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Career Outlook in communication
Sciences and Disorders

Audiologists and speech-language pathologists assess, treat, and provide necessary medical referrals for persons with hearing problems or speech and language disorders, respectively. Both professionals are employed in a wide variety of settings including schools, clinics, hospitals, medical offices, short- and long-term rehabilitation centers, industry and business, private practice, government agencies, as well as in colleges and universities. To learn more about the CSD professions and how to have a rewarding career, please visit the American Speech-Language-Hearing Association Website.

Communication disorders affect persons of all ages and backgrounds, and as such, there are opportunities to work with a diverse patient population or to focus on one or a few special populations (for example, persons with cochlear implants, who stutter, who have difficulty with their balance, who require alternative means of personal communication, or who have a cleft palate or other craniofacial anomalies that affect speech, voice, hearing, or swallowing).

According to the American-Speech-Language-Hearing Association (ASHA), the U.S. Bureau of Labor Statistics, and other sources that forecast job demand, the current and future career opportunities for audiologists and speech-language pathologists are considered to be excellent due to an increasing emphasis on the early detection of communication disorders, the growing geriatric population, increasing concern over occupational and environmental noise-induced hearing loss, and rapid advances in technology used in diagnosis and treatment. These are among the reasons why CareerCast.com ranked audiology #17 and Speech-Language Pathology #10 on its list of the Top 200 Jobs of 2017.

Audiology

Audiologists work with people of all ages who have hearing, balance, and related ear problems. Using audiometers, computers, and other testing devices, audiologists measure the loudness at which a person begins to hear sounds, the ability to distinguish between sounds, and the impact of hearing loss on an individual’s daily life. In addition, audiologists use computer equipment to evaluate and diagnose balance disorders. Audiologists interpret these results and may coordinate them with medical, educational, and psychological information to make a diagnosis and determine a course of treatment. Many states require that all newborns be screened for hearing loss at birth. Medical advances are improving the survival rates of premature infants and the elderly.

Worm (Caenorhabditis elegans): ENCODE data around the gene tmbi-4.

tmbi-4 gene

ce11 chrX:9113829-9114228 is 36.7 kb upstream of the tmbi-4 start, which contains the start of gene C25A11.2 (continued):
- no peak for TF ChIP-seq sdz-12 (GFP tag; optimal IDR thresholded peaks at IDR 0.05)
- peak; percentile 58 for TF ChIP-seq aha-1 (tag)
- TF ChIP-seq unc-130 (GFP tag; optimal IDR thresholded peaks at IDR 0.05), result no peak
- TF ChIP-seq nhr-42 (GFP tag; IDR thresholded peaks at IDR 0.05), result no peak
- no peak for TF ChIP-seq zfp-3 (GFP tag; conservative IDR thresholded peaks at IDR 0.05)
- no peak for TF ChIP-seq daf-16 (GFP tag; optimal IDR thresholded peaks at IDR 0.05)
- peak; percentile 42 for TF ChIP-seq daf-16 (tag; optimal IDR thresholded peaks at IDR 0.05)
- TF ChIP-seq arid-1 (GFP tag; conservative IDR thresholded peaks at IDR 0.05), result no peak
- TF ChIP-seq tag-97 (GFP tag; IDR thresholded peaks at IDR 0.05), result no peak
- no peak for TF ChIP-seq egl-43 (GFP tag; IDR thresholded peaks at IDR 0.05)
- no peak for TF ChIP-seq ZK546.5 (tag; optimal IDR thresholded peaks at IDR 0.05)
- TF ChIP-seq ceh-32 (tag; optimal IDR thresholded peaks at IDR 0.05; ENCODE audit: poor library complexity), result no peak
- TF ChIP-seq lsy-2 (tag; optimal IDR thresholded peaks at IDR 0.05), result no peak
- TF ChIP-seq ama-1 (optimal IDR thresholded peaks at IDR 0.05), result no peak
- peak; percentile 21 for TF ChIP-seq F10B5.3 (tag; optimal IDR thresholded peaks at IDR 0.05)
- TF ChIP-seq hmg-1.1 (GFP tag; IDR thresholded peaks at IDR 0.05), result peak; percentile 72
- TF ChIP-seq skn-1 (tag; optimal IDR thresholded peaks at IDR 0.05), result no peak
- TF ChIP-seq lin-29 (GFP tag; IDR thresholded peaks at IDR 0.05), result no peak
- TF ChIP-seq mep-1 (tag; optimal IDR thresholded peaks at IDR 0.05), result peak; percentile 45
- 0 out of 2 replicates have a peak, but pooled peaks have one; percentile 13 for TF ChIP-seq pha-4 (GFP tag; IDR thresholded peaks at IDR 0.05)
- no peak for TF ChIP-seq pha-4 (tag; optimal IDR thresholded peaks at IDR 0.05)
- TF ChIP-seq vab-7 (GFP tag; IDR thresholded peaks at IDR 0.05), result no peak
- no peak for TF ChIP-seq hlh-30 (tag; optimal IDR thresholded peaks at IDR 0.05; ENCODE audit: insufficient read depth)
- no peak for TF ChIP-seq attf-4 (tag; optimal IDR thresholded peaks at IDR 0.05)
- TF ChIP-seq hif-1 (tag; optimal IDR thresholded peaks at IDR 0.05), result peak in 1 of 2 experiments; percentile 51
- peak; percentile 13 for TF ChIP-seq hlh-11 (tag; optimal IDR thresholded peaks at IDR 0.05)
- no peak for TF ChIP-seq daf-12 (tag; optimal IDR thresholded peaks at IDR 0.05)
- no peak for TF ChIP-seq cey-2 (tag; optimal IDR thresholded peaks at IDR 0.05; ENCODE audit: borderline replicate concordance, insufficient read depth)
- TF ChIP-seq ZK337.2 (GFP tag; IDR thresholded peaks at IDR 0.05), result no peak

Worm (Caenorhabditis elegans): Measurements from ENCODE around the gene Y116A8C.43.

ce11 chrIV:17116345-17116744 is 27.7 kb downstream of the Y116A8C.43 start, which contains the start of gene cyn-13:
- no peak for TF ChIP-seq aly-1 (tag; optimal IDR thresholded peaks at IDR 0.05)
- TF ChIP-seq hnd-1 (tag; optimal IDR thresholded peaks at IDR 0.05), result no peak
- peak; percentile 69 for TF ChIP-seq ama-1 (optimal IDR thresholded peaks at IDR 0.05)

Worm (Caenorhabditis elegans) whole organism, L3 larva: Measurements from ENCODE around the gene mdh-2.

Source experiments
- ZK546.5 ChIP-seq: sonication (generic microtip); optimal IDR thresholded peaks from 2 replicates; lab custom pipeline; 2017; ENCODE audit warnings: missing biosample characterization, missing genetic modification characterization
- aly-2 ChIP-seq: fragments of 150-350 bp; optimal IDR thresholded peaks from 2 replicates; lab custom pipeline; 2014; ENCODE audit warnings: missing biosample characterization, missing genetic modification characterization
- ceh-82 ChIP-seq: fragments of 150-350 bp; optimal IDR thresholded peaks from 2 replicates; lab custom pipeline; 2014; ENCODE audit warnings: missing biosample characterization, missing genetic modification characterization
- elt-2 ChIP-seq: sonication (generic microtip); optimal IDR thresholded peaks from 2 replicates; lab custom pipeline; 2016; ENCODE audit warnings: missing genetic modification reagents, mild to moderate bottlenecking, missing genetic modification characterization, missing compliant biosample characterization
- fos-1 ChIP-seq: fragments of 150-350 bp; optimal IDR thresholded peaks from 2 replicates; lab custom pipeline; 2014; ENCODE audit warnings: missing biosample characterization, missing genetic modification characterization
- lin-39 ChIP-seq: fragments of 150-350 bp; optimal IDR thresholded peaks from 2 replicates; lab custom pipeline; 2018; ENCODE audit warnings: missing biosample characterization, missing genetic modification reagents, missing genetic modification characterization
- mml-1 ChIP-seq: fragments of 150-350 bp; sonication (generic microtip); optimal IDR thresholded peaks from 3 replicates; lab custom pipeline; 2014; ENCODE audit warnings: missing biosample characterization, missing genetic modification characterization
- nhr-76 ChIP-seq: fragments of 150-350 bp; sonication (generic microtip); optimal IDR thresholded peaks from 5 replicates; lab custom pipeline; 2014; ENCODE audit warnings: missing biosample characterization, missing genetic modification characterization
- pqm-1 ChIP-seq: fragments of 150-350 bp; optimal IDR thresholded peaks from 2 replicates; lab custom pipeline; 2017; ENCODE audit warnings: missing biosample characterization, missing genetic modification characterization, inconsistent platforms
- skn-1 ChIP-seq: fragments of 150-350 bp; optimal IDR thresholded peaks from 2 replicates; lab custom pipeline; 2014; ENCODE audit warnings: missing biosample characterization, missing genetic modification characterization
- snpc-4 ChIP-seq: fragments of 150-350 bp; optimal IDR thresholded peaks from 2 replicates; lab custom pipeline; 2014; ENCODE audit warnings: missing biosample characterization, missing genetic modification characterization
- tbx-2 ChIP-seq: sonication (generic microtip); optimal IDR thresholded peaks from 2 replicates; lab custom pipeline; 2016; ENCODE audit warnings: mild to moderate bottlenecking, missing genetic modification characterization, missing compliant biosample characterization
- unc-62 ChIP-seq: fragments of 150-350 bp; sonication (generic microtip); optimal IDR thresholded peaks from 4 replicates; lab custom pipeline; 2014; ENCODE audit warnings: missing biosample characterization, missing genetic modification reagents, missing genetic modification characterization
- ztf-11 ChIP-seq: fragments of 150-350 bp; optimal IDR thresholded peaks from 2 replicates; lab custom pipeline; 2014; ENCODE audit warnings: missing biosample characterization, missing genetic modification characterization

The Occupational Information Network foresees a bright outlook for audiology and the U.S. Department of Labor projects that the employment rate for audiologists for the 10-year timeframe between 2012 and 2022 will increase by 34% (a rate that is “much faster than average”), with the workforce expanding by over 4,000 professionals. Nationally, an audiologist may earn from about $50,000 to over $90,000 per year (see, for instance, ASHA’s 2012 Audiology Salary Survey and the latest data from PayScale.com). CareerCast.com also named audiology one of the top least stressful jobs of 2017, noting that, typically, audiologists are “in control of their schedules and work in a quiet environment, such as a medical office, school or nursing home.”

Types of settings that employ audiologists:


Speech-Language Pathology

Speech-Language Pathologists (SLPs) work with people who cannot produce speech sounds or cannot produce them clearly; those with speech rhythm and fluency problems, such as stuttering; people with voice disorders, such as hoarseness or inappropriate pitch or loudness; those who have problems understanding or expressing language; and those with cognitive communication impairments affecting attention, memory, or problem solving. They also work with people who have feeding and swallowing difficulties. Federal law guarantees special education and related services to all eligible children with disabilities. Greater awareness of the importance of early identification and diagnosis of speech, language, and swallowing disorders will also increase employment. The number of SLPs in private practice is expected to rise due to the increasing use of contract services by hospitals, schools, and nursing care facilities, as well as the increasing demand for direct services to individuals.

The U.S. Department of Labor projects that the employment rate for SLPs for the 10-year timeframe between 2012 and 2022 will increase by 19% (a rate that is “faster than average”), with the workforce expanding by approximately 26,000 professionals. Nationally, SLPs may earn from about $45,000 to over $90,000 per year, depending on employment setting (see, for instance, salary data from PayScale.com, ASHA’s 2012 Salary Survey for SLPs in Schools, a related report on SLP Salary Trends in School Settings, ASHA’s 2013 Salary Survey for SLPs in Health Care Settings, and a related report on SLP Salary Trends in Health Care Settings).

Types of settings that employ speech-language pathologists:


Academic/Researcher

There is a substantial need for teacher-scholars and researchers within the discipline of communication sciences and disorders. Requiring a Doctor of Philosophy (Ph.D.) degree, academics and researchers generate new knowledge in speech, language, or hearing sciences, work to improve the assessment, diagnosis, and treatment of communication disorders, and help shape clinical practice by participating in the academic and clinical education of future audiologists and speech-language pathologists.

More information about this exciting career choice is available on the ASHA website. See also the CICSD article Survey on Perspectives of Pursuing a PhD in Communication Sciences and Disorders. Besides, CareerCast.com ranked tenured university professor #6 on the Top 10 Best Jobs of 2017 list.